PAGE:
Proteinuria is a major independent risk factor for progression of chronic kidney disease (CKD) and development of cardiovascular disease (CVD).1- 15 Little is known, however, about factors that determine the onset of proteinuria. Although hyperglycemia precedes the development of proteinuria among persons with types 1 and 2 diabetes mellitus,16,17 most studies demonstrating a relationship between proteinuria and CVD risk factors, including blood pressure, diabetes, cholesterol level, and smoking, are cross-sectional.18- 20 Hence, one cannot draw strong inferences about causality. Few studies have simultaneously assessed these and other potential predictors of incident proteinuria in the general population,21,22 despite the possibility that CVD and CKD are a result of common etiologic pathways.
In this setting, we assessed prospectively the relationship between CVD risk factors and incident proteinuria in a large cohort of 157 377 Korean adults free of proteinuria at baseline.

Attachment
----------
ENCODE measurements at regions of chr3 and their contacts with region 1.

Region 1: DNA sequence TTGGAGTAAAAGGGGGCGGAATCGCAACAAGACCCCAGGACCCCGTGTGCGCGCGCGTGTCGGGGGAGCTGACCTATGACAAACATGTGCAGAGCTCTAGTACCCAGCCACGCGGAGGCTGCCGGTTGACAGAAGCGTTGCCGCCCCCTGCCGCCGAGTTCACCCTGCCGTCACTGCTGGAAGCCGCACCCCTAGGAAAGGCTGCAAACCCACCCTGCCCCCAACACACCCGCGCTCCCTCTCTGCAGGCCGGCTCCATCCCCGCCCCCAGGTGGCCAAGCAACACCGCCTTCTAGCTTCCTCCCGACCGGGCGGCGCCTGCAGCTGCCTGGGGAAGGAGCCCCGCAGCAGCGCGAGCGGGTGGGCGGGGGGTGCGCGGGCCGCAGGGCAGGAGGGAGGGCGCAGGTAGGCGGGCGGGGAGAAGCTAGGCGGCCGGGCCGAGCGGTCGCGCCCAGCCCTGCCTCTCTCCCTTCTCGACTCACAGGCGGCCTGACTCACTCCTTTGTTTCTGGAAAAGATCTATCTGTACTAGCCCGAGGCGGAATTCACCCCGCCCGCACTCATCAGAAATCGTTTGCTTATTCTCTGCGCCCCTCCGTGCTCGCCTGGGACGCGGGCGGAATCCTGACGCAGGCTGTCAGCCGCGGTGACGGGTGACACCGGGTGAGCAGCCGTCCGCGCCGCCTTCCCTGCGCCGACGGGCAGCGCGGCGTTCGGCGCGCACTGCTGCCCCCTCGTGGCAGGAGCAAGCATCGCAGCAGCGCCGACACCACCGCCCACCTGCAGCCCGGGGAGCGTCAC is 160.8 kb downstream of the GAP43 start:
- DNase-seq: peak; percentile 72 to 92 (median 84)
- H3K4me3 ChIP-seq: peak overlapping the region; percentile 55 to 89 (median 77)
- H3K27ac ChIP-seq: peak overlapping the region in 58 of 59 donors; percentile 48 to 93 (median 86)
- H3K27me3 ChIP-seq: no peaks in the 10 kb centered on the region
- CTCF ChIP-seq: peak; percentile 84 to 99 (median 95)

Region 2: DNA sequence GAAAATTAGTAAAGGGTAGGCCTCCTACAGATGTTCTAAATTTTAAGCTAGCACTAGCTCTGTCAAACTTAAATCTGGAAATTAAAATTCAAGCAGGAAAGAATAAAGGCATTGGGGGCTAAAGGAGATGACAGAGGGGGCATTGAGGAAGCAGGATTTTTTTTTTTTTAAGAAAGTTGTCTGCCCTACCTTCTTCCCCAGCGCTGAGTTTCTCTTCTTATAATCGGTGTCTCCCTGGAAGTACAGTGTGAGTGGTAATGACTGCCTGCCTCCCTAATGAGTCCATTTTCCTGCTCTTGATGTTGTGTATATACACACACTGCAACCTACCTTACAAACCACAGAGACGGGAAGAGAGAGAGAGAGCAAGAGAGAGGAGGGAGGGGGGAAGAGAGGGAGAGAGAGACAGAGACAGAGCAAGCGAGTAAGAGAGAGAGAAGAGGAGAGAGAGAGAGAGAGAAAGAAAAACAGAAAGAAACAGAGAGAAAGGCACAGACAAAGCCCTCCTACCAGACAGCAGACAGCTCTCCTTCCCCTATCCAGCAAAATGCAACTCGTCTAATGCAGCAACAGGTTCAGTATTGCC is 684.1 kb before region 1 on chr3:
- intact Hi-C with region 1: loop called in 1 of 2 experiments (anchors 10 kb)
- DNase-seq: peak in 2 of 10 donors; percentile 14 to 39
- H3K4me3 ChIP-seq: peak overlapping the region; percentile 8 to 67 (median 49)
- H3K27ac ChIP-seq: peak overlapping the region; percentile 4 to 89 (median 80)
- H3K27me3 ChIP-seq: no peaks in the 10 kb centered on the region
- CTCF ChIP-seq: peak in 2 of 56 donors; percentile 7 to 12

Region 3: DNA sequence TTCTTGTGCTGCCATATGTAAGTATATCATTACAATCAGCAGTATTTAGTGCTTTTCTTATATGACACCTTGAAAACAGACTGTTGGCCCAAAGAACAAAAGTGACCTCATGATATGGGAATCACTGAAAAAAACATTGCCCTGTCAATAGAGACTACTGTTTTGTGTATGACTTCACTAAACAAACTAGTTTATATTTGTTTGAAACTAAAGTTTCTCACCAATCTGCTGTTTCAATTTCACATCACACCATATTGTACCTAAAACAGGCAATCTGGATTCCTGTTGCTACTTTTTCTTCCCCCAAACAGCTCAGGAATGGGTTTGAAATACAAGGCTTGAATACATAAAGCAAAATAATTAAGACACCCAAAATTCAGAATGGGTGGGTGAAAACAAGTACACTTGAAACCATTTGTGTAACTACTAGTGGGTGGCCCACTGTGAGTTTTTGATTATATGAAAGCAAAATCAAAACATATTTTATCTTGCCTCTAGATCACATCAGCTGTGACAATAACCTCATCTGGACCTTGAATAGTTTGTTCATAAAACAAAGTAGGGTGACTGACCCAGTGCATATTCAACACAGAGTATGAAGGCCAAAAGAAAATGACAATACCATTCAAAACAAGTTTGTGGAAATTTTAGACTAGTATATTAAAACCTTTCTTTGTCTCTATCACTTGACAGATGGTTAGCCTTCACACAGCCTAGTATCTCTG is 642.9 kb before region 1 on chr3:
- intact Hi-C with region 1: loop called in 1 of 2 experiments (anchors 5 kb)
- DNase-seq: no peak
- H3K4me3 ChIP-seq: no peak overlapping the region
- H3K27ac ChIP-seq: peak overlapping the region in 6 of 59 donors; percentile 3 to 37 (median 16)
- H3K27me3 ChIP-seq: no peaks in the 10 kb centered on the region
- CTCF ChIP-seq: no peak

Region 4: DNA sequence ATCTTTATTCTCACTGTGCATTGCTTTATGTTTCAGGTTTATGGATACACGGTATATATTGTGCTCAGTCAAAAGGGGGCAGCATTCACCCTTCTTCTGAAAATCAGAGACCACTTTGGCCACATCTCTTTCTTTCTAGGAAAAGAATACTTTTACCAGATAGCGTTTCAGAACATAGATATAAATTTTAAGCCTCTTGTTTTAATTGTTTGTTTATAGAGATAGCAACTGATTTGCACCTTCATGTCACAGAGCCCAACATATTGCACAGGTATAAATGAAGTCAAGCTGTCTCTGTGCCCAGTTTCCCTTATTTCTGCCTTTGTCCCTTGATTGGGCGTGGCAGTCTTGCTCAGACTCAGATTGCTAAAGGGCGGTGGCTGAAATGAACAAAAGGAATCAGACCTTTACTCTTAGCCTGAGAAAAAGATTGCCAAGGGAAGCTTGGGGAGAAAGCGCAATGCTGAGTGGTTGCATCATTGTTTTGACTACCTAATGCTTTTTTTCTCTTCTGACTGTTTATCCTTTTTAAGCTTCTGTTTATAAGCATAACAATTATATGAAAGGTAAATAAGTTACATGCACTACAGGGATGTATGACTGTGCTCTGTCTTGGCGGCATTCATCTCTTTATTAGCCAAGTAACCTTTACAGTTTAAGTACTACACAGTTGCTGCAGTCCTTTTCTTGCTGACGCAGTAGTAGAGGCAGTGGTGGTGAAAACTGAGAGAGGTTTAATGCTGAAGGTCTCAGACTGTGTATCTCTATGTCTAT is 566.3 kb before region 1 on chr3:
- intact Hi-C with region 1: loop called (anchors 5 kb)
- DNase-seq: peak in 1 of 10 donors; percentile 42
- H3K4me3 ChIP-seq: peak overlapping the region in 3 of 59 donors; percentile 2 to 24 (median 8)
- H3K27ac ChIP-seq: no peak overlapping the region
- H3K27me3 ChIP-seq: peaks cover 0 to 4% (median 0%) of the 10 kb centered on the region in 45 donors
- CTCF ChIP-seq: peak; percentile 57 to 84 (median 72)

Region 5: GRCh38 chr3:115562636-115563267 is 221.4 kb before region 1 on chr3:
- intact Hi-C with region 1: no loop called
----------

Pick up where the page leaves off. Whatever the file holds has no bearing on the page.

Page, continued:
The Korea Medical Insurance Corporation (KMIC) study is a prospective cohort study of 183 634 persons (115 695 men and 67 939 women, aged 35-59 years) designed to assess risk factors for chronic diseases. Of the entire South Korean population, approximately 43 million in 1990, 4 603 361 (10.7%) were insured by KMIC, including 1 213 594 workers and their 3 389 767 dependents. Korean Medical Insurance Corporation covered civil servants, private teachers, and their dependents. All insured workers and dependents were required to participate in biennial medical examinations performed by KMIC. In 1990 and 1992, 94.5% and 94.4%, respectively, completed biennial examinations. The cohort in the KMIC study is a systematic random sample of 115 695 men and 67 939 women, aged 35 to 59 years. Detailed characteristics of this cohort have been reported previously.23 Of the 183 634 original study enrollees, the 26 257 (14.3%) with incomplete data at baseline on proteinuria or any of the CVD risk factors studied (blood pressure, serum cholesterol and fasting blood glucose levels, body mass index [BMI], and smoking status) or with prevalent proteinuria were excluded, resulting in a final sample size of 157 377 (104 523 men and 52 854 women).